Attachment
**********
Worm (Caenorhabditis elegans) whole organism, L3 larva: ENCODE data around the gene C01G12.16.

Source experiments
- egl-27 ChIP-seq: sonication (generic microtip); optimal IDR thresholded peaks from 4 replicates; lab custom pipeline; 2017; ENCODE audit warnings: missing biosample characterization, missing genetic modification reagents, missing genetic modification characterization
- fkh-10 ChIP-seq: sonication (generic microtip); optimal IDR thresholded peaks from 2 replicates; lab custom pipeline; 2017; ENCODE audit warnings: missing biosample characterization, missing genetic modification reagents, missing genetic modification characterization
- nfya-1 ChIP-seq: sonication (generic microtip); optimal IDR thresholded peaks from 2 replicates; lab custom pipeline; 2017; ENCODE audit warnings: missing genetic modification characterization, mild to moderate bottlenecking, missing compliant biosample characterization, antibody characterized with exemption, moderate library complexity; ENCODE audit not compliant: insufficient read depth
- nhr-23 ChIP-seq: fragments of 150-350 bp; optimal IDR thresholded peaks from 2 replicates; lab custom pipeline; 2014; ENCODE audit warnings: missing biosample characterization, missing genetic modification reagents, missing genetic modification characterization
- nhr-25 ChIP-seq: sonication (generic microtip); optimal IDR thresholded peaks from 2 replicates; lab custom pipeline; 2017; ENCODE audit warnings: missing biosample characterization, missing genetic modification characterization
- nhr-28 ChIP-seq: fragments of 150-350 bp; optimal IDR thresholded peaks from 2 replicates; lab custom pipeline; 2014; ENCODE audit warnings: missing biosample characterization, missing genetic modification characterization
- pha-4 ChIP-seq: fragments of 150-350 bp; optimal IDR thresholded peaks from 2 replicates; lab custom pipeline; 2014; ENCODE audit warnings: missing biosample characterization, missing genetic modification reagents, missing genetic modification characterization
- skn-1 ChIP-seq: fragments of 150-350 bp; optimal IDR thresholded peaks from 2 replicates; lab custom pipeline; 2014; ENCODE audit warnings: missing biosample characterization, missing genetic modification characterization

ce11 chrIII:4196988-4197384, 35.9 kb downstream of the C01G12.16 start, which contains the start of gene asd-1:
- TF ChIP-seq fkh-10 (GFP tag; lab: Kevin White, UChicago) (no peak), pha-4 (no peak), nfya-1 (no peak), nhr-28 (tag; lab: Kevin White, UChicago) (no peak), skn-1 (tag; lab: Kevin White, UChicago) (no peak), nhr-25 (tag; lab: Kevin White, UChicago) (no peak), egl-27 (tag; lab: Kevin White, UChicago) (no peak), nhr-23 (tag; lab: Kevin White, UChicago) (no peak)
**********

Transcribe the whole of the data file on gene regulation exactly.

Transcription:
Worm (Caenorhabditis elegans) whole organism, L3 larva: ENCODE data around the gene C01G12.16.

Source experiments
- egl-27 ChIP-seq: sonication (generic microtip); optimal IDR thresholded peaks from 4 replicates; lab custom pipeline; 2017; ENCODE audit warnings: missing biosample characterization, missing genetic modification reagents, missing genetic modification characterization
- fkh-10 ChIP-seq: sonication (generic microtip); optimal IDR thresholded peaks from 2 replicates; lab custom pipeline; 2017; ENCODE audit warnings: missing biosample characterization, missing genetic modification reagents, missing genetic modification characterization
- nfya-1 ChIP-seq: sonication (generic microtip); optimal IDR thresholded peaks from 2 replicates; lab custom pipeline; 2017; ENCODE audit warnings: missing genetic modification characterization, mild to moderate bottlenecking, missing compliant biosample characterization, antibody characterized with exemption, moderate library complexity; ENCODE audit not compliant: insufficient read depth
- nhr-23 ChIP-seq: fragments of 150-350 bp; optimal IDR thresholded peaks from 2 replicates; lab custom pipeline; 2014; ENCODE audit warnings: missing biosample characterization, missing genetic modification reagents, missing genetic modification characterization
- nhr-25 ChIP-seq: sonication (generic microtip); optimal IDR thresholded peaks from 2 replicates; lab custom pipeline; 2017; ENCODE audit warnings: missing biosample characterization, missing genetic modification characterization
- nhr-28 ChIP-seq: fragments of 150-350 bp; optimal IDR thresholded peaks from 2 replicates; lab custom pipeline; 2014; ENCODE audit warnings: missing biosample characterization, missing genetic modification characterization
- pha-4 ChIP-seq: fragments of 150-350 bp; optimal IDR thresholded peaks from 2 replicates; lab custom pipeline; 2014; ENCODE audit warnings: missing biosample characterization, missing genetic modification reagents, missing genetic modification characterization
- skn-1 ChIP-seq: fragments of 150-350 bp; optimal IDR thresholded peaks from 2 replicates; lab custom pipeline; 2014; ENCODE audit warnings: missing biosample characterization, missing genetic modification characterization

ce11 chrIII:4196988-4197384, 35.9 kb downstream of the C01G12.16 start, which contains the start of gene asd-1:
- TF ChIP-seq fkh-10 (GFP tag; lab: Kevin White, UChicago) (no peak), pha-4 (no peak), nfya-1 (no peak), nhr-28 (tag; lab: Kevin White, UChicago) (no peak), skn-1 (tag; lab: Kevin White, UChicago) (no peak), nhr-25 (tag; lab: Kevin White, UChicago) (no peak), egl-27 (tag; lab: Kevin White, UChicago) (no peak), nhr-23 (tag; lab: Kevin White, UChicago) (no peak)